"I feel very safe here, no problems," Audrey, another student, said.
No major national headline grabbing violent incidents have happened on the campus of quaint and quiet pathways.
But after a student with a history of emotional problems, shot and killed 5 faculty members and 27 students before killing himself at Virginia Tech in 2007, colleges and universities across the nation reviewed and revamped their security.
Since 2008, the local Fraternal Order of Police has tried unsuccessfully to get Princeton to allow its 47 or so public safety officers to carry guns on a campus where they oversee 11-hundred faculty and 75-hundred students.
The undergraduate student president says a recent survey shows 56 percent of students prefer the officers stay unarmed.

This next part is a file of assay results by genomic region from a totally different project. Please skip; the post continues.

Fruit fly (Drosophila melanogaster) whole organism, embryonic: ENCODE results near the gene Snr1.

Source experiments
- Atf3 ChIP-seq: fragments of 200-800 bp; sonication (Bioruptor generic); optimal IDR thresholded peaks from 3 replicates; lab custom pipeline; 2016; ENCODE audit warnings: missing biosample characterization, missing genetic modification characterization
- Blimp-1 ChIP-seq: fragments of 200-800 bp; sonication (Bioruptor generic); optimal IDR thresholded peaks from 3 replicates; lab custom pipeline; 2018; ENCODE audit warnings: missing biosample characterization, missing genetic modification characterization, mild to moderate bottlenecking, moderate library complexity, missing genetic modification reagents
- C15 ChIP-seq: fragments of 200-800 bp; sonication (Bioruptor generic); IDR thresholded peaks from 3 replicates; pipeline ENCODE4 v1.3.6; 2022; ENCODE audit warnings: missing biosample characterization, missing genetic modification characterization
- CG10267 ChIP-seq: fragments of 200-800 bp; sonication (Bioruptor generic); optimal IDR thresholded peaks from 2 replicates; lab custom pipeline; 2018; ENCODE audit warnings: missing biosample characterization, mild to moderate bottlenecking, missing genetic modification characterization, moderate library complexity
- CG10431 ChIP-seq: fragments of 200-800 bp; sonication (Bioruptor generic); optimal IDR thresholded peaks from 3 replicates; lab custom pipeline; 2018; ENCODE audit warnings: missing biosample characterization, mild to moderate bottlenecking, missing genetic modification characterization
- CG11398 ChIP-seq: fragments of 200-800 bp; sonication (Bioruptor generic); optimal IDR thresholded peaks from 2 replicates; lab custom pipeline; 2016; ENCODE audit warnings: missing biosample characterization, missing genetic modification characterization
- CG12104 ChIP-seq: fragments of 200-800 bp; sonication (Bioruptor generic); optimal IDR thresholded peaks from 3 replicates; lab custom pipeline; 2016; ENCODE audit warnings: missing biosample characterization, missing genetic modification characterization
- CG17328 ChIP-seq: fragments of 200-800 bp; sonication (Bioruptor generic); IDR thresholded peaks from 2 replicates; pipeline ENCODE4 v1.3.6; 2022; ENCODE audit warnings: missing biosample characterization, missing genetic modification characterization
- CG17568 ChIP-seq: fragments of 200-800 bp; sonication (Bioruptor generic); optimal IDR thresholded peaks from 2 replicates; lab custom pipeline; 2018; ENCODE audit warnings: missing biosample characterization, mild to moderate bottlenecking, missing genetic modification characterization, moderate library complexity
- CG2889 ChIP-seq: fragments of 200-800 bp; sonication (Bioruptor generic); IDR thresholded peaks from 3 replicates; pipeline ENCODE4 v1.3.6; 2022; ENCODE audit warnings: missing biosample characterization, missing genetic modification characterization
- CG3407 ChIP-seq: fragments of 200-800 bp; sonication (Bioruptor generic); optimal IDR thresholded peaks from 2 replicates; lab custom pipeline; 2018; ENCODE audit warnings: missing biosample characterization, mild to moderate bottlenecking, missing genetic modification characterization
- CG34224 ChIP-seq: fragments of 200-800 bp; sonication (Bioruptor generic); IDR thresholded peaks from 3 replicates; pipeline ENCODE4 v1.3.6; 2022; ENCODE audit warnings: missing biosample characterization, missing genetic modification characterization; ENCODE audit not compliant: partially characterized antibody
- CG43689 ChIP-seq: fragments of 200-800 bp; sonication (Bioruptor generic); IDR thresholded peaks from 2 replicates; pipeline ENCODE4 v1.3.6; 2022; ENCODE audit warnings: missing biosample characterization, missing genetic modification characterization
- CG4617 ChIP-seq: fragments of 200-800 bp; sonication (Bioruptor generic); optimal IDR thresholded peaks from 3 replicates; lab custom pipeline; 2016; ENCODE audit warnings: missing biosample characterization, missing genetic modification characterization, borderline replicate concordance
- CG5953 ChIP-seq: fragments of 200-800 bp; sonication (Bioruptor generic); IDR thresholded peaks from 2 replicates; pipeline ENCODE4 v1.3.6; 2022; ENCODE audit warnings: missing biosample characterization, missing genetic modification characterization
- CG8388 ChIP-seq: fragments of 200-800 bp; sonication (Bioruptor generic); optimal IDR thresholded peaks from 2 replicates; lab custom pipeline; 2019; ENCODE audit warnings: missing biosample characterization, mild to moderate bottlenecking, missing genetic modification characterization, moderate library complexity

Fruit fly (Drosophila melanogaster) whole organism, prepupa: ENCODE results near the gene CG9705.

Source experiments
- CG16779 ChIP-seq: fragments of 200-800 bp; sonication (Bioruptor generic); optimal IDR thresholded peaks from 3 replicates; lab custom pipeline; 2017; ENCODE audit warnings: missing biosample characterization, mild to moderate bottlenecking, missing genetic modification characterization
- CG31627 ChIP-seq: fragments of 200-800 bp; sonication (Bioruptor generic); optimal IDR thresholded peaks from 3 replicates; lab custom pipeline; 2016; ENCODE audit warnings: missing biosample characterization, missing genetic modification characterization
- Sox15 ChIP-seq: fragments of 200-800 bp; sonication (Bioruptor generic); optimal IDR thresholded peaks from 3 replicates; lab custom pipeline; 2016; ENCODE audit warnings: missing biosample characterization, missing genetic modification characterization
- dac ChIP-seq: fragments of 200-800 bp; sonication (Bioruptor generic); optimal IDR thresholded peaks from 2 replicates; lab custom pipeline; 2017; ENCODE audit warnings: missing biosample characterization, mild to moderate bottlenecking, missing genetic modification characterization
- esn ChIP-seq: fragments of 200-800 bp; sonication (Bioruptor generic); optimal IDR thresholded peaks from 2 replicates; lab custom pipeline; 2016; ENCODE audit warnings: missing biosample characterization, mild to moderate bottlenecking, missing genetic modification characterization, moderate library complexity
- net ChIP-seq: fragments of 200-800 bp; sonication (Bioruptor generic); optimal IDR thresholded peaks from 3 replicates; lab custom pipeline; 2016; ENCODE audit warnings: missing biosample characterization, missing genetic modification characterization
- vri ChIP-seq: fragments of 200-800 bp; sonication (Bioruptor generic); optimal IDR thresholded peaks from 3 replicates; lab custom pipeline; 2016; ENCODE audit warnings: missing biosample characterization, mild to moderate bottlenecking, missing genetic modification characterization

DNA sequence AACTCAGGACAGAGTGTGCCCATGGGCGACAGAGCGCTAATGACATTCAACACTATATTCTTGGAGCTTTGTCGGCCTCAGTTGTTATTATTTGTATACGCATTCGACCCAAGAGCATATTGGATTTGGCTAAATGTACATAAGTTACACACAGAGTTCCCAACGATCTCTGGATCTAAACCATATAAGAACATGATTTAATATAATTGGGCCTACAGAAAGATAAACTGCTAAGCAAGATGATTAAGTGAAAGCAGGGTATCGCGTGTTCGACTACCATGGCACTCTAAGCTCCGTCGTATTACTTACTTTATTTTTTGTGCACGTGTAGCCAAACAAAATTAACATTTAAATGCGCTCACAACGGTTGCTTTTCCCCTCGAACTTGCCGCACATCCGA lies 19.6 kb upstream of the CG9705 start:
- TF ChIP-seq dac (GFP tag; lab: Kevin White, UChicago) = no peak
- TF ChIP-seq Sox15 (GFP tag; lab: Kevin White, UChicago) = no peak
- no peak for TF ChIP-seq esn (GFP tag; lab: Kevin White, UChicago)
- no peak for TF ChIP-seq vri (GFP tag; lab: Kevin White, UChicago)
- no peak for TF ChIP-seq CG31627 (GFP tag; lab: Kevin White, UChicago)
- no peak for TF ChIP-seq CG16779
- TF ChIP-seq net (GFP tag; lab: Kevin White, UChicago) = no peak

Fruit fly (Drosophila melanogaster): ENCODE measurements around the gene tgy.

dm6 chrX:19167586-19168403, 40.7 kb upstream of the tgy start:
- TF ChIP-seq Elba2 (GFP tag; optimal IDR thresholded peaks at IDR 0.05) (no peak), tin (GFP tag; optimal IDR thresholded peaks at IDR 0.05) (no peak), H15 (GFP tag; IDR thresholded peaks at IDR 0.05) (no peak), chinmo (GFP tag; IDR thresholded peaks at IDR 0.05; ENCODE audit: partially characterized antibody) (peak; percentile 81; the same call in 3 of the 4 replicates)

"We have confidence in Boro police," Conner Diemand-Yaumen said.
In a statement, the FOP said:
"We believe we should have the range of tools necessary, as professionals, to protect the community and ourselves. Police officers on Princeton University's campus are trained equally well as municipal officers and are authorized under state statute to carry and use firearms appropriately. Princeton University has decided not equip its police officers with firearms. We have started a dialogue with the university administration and have encouraged them to evaluate this important issue with the same dedication and rigor that it commits to other decisions. Regrettably, far too many violent criminal episodes occur on college campuses nationwide. We believe that our campus and its fine community of students, faculty, and staff is at a considerable safety disadvantage because its police are not properly equipped to respond to incidents that can rapidly evolve into violent criminal episodes."
Some students see the benefits of armed officers.
"It could help. There's been violence before. It could help," Jade Moore said.
Some do not.
"No need to bring guns on campus," Susanna Hamilton said.